Still another object is to provide a new and improved prophy angle which enables sterilization without necessitating disassembly.

A further object of the present invention is to provide a new and improved prophy angle which accomodates its improvements without undue increase in cost.

As presented, a dental appliance has an elongated hollow tube through which extends a drive shaft supported therewithin for axial rotation. One end of the tube is arranged for coupling to a handle which also couples one end of the drive shaft to a source of rotary power. A head, joined to the other end of the tube, defines an interior cavity within which there is mounted a hub for rotation about an axis disposed at an angle with respect to the shaft. Also disposed in connection with the cavity is motion translating means that convey rotory force from the shaft to the hub. An opening defined in the head and leading outwardly from the cavity allows the hub to be accessed. Defined in the hub is a securement for a dental attachment which extends outwardly. A seal is created between the opening and the hub in order to inhibit fluid flow therethrough. Also included in the appliance are means for introducing a lubricant effectively within the tube as well as means actuated by the drive shaft for propelling that lubricant into the motion translating means.

The features of the present invention which are believed to be patentable are set forth with particularity in the appended claims. The organization and manner of operation of the invention, together with further objects and advantages thereof, may best be understood by reference to the following description taken in connection with the accompanying drawings in the several figures of which like reference numerals identify like elements, and in which:

FIG. 1 is an isometric view of a dental appliance; and

FIG. 2 is a cross-sectional view taken longitudinally through the appliance of FIG. 1.

An elongated hollow tube 10 in a dental appliance 12 encompasses an elongated drive shaft 14 supported within tube 10 for axial rotation. At one end of tube 10 is a modified bayonet coupling which interfits with a conventional handle (not shown) that connects to and effects rotation of shaft 14. The rotational power source may ultimately be driven, as is conventional, either by air or by electric motor. In this case, appliance 12 is arranged to fit onto a belt or air-driven round-nose doriot handpiece. The handpiece preferably is operated to drive shaft 14 at about 3500 revolutions per minute.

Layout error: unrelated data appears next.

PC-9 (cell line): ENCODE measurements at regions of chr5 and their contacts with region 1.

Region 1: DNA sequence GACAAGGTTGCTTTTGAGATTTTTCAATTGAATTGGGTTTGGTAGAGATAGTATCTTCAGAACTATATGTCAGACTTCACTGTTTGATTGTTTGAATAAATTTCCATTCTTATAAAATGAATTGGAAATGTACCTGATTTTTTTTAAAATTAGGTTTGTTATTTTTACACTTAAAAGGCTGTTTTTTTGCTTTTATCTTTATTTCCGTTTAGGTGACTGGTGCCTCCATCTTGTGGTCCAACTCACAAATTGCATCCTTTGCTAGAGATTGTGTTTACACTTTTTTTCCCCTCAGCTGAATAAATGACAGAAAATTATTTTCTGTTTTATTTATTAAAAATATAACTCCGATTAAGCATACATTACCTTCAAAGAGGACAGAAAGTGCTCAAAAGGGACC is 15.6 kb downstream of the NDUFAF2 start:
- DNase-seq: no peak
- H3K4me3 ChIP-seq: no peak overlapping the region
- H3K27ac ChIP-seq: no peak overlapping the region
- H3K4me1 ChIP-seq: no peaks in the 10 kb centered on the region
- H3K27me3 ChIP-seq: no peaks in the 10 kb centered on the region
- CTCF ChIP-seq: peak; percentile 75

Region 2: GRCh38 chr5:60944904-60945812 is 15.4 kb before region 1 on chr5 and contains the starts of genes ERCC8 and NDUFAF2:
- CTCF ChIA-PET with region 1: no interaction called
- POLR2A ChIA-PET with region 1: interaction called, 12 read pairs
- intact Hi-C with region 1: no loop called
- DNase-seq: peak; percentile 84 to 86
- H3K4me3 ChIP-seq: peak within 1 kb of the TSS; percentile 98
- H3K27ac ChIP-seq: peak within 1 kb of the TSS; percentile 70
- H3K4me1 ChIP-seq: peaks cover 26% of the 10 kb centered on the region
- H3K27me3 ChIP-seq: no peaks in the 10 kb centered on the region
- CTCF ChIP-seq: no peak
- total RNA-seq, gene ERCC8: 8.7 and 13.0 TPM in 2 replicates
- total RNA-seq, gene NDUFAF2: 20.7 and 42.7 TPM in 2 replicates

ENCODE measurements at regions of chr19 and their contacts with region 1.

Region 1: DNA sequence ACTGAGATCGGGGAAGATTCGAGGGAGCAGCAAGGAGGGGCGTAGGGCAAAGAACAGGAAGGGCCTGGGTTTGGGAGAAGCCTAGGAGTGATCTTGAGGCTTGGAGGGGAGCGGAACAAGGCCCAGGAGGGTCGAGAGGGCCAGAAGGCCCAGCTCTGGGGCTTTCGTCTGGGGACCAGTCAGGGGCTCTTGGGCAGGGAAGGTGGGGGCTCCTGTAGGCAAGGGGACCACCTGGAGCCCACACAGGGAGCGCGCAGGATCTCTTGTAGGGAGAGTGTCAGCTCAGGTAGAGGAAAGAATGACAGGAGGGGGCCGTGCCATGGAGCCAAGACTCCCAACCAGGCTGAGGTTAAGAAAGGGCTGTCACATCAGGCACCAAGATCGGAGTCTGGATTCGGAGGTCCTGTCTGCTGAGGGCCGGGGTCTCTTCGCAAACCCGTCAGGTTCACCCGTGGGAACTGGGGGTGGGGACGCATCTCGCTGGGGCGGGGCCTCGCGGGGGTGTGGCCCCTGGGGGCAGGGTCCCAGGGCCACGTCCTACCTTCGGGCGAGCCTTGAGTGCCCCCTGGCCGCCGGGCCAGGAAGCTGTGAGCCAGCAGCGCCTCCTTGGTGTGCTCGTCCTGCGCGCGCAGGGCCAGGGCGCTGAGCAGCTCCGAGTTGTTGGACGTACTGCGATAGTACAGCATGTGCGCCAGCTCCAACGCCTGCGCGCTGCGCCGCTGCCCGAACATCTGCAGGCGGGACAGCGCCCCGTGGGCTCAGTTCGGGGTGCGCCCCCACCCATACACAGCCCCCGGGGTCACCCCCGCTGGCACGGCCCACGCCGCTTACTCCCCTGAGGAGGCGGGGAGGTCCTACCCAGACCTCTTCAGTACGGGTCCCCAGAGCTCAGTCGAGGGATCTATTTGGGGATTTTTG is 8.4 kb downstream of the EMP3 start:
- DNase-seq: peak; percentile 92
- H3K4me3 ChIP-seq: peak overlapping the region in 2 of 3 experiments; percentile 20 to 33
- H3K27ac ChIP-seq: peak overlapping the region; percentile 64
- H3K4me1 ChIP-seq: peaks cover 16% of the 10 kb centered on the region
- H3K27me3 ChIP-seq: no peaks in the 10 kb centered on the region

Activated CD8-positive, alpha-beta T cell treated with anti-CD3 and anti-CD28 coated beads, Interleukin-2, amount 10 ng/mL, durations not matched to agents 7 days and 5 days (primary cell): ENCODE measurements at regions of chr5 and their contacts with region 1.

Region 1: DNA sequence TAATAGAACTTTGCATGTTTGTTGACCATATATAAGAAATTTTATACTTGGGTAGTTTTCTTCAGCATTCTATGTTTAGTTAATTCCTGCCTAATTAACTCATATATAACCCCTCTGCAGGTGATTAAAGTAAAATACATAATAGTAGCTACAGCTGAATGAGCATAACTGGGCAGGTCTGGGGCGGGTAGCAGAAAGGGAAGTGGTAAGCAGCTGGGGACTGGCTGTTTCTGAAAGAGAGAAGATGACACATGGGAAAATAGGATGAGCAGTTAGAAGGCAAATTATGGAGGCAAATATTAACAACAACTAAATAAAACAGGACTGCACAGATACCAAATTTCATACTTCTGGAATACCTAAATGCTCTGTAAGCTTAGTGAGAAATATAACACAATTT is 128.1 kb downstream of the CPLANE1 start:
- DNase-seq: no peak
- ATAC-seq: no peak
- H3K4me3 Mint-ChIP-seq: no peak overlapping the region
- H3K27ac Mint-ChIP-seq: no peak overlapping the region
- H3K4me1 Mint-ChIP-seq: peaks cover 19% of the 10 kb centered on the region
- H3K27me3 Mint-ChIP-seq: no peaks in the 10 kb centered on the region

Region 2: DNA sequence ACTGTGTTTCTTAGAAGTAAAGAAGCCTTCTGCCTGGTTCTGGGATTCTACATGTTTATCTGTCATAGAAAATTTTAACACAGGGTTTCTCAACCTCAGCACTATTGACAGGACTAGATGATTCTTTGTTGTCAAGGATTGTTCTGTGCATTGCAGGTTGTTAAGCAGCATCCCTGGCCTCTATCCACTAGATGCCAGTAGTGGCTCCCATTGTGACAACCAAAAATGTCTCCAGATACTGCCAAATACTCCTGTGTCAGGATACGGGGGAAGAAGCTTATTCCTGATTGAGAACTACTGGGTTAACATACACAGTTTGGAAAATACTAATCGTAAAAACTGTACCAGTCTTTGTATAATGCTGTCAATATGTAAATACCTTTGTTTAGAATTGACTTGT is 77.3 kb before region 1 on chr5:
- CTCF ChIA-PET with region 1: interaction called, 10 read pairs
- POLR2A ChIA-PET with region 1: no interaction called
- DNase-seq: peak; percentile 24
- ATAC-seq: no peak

Joined to the other end of tube 10 is a head 20 which defines an interior cavity 22. A hub 24 is mounted in cavity 22 for rotation about an axis disposed at an angle with respect to shaft 14. In this case, that angle is 90 degrees, because this appears from experience to be that preferred by the users. However, it could be a different angle.

Gears 26 and 28 transmit rotory motion from drive shaft 14 to hub 24. An opening 30 is defined in head 20 and leads outwardly from cavity 22, so that a portion of hub 24 effectively projects through opening 30. Defined within hub 24 is a threaded segment 32 for a dental attachment 34.

In more detail, tube 10 includes external corrugations 40 near coupling 16 to aid the user in fitting the unit to the handpiece or handle. The external diameter of tube 10 then decreases smoothly to a necked down snout 42 threaded to receive a neck 44 that integrally continues into a head shell 46 in which cavity 22 is formed. Tube 10 has an enlarged chamber 50 in its rear portion and forward of which is defined a narrower bore 52.

Drive shaft 14 is disposed through chamber 50 and bore 52, terminating in a nose 54 upon which pinion gear 26 is rigidly affixed. Behind nose 54, within bore 52, shaft 14 is shaped to define an auger 56 that has a left-hand lead. Auger 56 has wide lands which serve in bore 52 as the bearing for shaft 14.

At the rear of auger 56, shaft 14 is grooved to define a gland at that end of bore 52. A resilient "E" ring seats in place to create a fluid seal between bore 52 and chamber 50.

Intermediate the length of auger 56, a lubricating aperture 60 opens through the wall of tube 10 into bore 52 from an external channel 62. Seated in channel 62 is a ring cover 64 which is continuous except for a gap 66. Rotation of ring cover 64 permits selective opening or closing of aperture 60.

A bearing cap 70 is threaded into the top of shell 46 and centrally defines another bore 72 in which is seated a shank 74 on the upper end portion of hub 24. The lower end portion of hub 24 is a barrel 76 in which threaded segment 32 is formed. Rigidly secured on barrel 76 is bevel gear 28 which includes a skirt 78 that rides within a correspondingly necked down lower portion of cavity 22. On the lower end of barrel 76 is secured a slinger cup 80, the lower end of shell 46 being shaped to mate therewith.

Mounted to hub 24, in this case, is a conventional prophy cup 34. It is formed of a soft, flexible rubber or the like and includes a sidewall 82 in the shape of a truncated cone and has internal crossed vanes 84. Captivated in the top of cup 34 is a screw 86 that mates into threaded segment 32.

While prophy cups are conventional, various ones differ in thread pitch. To accomodate variation, segment 32 first is tapped at sixty-four threads per inch under standard UNC-2B. The segment is then re-tapped at seventy-two threads per inch under standard UNF-2B. This combination appears to allow mounting of a variety of different cups that are available.